Sent from my iPhone using GeoClicks
Sent from my iPhone using GeoClicks
I took the Life in the UK Test, as did my husband, and we both passed on the first try. There's a study app online, I just used it for 3-4 weeks on my commute to work every day before the test.
But I echo all of the concerns about bringing spouses over. We are Americans in the UK, we were planning to stay here before the transfer to HK. My husband became British but I did not want to, happy with the indefinite leave to remain visa. But we are going to HK for 3-4 years, UKBA says if I live outside of the UK for 2 years my visa will lapse and I will be thrown into the spouse visa process. By then who knows if a UKIP/Tory coalition just bans foreigners completely. So I am naturalizing as British, solely to ensure that I can return to this country in future where the home I own is!
We had a hellish time when we went through it. We saw the changes coming and applied for ILE while the 4-years-married-outside-the-UK rule was still in force, rather than going for a normal spouse visa to be converted to ILR, so that we could get my wife permanent residency before the rules became truly insane. We were hugely worried and stressed out for a very long time, though. Luckily, my wife passed the Life in the UK test on her first try, while we were on a two-week summer break in the UK. If we hadn't got ILE before the new rules, I couldn't have imagined how I (being Hong Kong-based) would have been able to prove a salary of GBP16k per year (plus I can't remember how much more for each dependant child).
Since the rules came into force there has since been a clarification to the effect that if you are returning to the UK and haven't got a job, you need to show that you have a job offer at the appropriate salary level. This doesn't completely solve matters, though, and we had to face the possibility that we might never be able to live in the UK. I was born and raised in the UK and all my friends and family are there. My wife and I are both qualified professionals and we're not exactly short of cash, but at every turn the language we encountered from UK Government agencies was hostile and unhelpful and made us question why we were even bothering to try. Were it not for those friends and family, we seriously might have just jacked the whole thing in.
The whole thing, from start to finish, really did make us feel unwelcome in the UK and my wife still dreads going through Heathrow because of the grilling she gets and the (admittedly somewhat unreasonable) fear that an official is going to find something wrong with her paperwork and send her back to Hong Kong.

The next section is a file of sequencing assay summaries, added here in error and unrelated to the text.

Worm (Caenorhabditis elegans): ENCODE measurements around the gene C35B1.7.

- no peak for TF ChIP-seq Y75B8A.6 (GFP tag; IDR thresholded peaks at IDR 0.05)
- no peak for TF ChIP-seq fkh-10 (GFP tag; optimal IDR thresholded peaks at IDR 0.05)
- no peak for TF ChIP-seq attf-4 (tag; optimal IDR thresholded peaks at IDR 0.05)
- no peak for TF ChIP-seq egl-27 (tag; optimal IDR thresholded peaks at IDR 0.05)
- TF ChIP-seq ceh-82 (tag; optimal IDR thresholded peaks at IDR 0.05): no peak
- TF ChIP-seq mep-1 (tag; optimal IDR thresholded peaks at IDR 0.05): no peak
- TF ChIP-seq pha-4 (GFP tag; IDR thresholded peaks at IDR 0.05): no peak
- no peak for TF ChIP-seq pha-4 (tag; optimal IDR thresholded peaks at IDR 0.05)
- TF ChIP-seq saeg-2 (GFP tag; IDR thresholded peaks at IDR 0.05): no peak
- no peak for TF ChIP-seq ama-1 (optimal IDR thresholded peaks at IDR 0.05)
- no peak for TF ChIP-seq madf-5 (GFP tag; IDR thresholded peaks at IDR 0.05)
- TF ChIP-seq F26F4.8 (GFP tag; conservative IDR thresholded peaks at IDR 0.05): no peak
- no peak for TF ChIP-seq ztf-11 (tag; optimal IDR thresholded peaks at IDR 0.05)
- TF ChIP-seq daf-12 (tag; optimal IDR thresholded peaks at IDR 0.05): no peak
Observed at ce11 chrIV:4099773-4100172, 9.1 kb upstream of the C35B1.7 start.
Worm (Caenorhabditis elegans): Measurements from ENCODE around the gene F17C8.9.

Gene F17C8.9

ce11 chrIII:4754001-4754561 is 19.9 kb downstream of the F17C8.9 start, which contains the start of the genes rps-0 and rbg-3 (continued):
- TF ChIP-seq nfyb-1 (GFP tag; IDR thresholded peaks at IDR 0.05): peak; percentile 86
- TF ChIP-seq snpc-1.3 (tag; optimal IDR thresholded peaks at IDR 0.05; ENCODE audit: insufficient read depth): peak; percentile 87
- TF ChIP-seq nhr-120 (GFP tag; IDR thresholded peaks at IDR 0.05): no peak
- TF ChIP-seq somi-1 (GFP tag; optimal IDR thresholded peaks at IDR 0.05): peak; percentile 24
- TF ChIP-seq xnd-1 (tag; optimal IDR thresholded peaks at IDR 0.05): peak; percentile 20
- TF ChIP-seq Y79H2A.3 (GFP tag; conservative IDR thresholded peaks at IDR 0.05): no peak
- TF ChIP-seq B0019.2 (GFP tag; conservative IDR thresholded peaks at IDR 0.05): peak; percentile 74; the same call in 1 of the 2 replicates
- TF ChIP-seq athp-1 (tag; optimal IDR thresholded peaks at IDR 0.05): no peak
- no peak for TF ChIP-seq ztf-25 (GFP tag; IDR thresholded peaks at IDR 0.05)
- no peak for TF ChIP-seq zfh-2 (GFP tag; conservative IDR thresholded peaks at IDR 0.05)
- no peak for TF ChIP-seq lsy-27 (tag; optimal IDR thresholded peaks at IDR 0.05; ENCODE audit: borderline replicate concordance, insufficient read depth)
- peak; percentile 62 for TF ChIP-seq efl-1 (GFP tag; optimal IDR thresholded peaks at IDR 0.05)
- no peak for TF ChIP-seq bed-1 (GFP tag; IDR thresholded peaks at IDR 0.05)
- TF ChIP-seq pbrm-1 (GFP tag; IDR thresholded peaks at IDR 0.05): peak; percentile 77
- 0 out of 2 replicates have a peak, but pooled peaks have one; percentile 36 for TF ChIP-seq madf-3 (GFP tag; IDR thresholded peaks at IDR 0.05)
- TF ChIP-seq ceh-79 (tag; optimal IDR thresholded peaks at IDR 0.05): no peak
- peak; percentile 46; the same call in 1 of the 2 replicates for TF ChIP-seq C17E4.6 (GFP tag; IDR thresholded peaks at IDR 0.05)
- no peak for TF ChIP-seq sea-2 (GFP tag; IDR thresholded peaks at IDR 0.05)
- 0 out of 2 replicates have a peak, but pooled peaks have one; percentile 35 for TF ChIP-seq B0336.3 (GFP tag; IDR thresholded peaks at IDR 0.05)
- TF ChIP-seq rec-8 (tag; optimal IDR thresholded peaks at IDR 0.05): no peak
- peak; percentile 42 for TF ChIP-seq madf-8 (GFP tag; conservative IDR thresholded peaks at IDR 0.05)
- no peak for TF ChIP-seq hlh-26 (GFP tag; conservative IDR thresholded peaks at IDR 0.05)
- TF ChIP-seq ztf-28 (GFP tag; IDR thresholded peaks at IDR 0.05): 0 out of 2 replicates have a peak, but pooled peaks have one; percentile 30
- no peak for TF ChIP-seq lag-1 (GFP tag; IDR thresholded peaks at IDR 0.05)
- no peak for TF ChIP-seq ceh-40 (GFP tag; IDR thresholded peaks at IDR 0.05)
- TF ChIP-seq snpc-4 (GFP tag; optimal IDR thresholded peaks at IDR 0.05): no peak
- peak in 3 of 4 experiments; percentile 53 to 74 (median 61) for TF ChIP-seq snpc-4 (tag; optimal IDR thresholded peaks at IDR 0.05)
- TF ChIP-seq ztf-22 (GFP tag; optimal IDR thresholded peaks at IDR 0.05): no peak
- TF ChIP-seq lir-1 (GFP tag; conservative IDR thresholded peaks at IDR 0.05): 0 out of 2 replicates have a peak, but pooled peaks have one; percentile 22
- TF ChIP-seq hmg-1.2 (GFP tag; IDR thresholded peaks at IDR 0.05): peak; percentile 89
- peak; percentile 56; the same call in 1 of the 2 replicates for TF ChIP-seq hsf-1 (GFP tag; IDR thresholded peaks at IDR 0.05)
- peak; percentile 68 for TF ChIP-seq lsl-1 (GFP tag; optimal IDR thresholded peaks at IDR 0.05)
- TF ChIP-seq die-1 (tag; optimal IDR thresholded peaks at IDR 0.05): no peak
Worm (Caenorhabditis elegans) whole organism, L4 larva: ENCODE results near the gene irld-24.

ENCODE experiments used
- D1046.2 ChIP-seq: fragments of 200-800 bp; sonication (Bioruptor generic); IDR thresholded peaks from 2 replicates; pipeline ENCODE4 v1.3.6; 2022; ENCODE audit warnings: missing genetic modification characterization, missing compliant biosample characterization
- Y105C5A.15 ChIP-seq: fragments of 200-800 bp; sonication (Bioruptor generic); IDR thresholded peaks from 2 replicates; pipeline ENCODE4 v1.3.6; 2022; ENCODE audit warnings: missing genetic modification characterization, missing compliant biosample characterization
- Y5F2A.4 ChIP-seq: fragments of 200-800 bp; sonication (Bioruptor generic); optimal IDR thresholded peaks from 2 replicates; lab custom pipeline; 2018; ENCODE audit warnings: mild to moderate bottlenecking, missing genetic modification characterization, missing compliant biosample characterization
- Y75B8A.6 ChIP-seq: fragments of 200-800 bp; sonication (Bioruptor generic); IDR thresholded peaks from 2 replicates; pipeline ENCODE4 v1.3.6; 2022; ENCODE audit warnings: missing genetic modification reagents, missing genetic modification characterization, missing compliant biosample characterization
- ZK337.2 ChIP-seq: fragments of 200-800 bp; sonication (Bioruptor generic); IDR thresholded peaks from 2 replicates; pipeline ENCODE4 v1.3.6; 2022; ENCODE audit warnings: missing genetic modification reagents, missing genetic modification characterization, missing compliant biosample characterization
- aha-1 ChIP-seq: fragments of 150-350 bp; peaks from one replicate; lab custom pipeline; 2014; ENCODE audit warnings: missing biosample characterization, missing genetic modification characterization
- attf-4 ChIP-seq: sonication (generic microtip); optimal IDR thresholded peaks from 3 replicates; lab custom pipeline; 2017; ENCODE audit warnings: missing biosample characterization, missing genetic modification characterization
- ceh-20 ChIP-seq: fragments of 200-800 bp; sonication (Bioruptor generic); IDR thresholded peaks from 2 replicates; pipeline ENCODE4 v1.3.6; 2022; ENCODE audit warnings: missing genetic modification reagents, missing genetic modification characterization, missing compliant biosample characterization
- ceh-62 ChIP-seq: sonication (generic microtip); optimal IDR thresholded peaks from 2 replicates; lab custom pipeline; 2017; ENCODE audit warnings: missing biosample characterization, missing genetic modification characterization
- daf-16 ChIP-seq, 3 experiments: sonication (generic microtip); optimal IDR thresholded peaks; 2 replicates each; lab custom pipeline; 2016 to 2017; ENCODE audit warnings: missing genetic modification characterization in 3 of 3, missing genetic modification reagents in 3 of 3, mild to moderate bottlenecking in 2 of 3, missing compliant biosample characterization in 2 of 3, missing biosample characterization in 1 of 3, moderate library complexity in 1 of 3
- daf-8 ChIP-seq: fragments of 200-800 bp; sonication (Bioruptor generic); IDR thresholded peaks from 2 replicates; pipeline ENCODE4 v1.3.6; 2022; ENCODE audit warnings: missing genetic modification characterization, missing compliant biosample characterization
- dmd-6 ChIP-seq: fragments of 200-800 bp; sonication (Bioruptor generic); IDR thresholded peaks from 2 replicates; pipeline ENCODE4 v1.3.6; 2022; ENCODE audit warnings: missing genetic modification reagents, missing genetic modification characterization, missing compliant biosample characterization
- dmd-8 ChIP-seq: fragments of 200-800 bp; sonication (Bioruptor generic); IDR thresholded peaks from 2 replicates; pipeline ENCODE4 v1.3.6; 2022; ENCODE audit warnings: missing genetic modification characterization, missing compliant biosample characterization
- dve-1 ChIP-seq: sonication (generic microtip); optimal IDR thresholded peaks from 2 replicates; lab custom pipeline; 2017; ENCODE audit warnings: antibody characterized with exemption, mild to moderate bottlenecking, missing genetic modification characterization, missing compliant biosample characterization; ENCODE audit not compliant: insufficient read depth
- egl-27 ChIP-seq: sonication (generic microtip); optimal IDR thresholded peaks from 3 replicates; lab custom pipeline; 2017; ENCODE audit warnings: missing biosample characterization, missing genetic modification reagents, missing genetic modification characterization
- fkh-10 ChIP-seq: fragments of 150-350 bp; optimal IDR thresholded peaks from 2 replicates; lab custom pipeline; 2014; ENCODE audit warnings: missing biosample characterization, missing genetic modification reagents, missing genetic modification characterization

I remember when they were discussing the salary level that a sponsor should have. They commissioned an expert panel to investigate the matter and report. Eventually, that panel recommended a level slightly about what you'd get on minimum wage. The release of their recommendations, however, coincided with a new political push to 'control' immigration and a separate committee suggested that by setting the minimum threshold higher (at 16k), they could achieve a bigger reduction in immigration. So in the case of that chap in the BBC report it's not entirely honest of people in officialdom to say that the policy under which he was to be removed had been put in place to ensure that immigrants did not become a burden on the state.
Last edited by M Khan; 19-01-2015 at 12:34 PM.
The minimum salary also takes no account of where you live in the UK, so in some cases people who are moving back are expected to earn more than the average salary for that area. The whole thing is summed up by the fact that the Border Agency states their mission is "reducing immigration". Political and media pressure to reduce it but of course they can do nothing about the majority of immigration so instead focus on the easy targets - students and people returning with overseas families. The fact that this (i) damages the UK economy and/or (ii) is against the right to a family life makes no difference.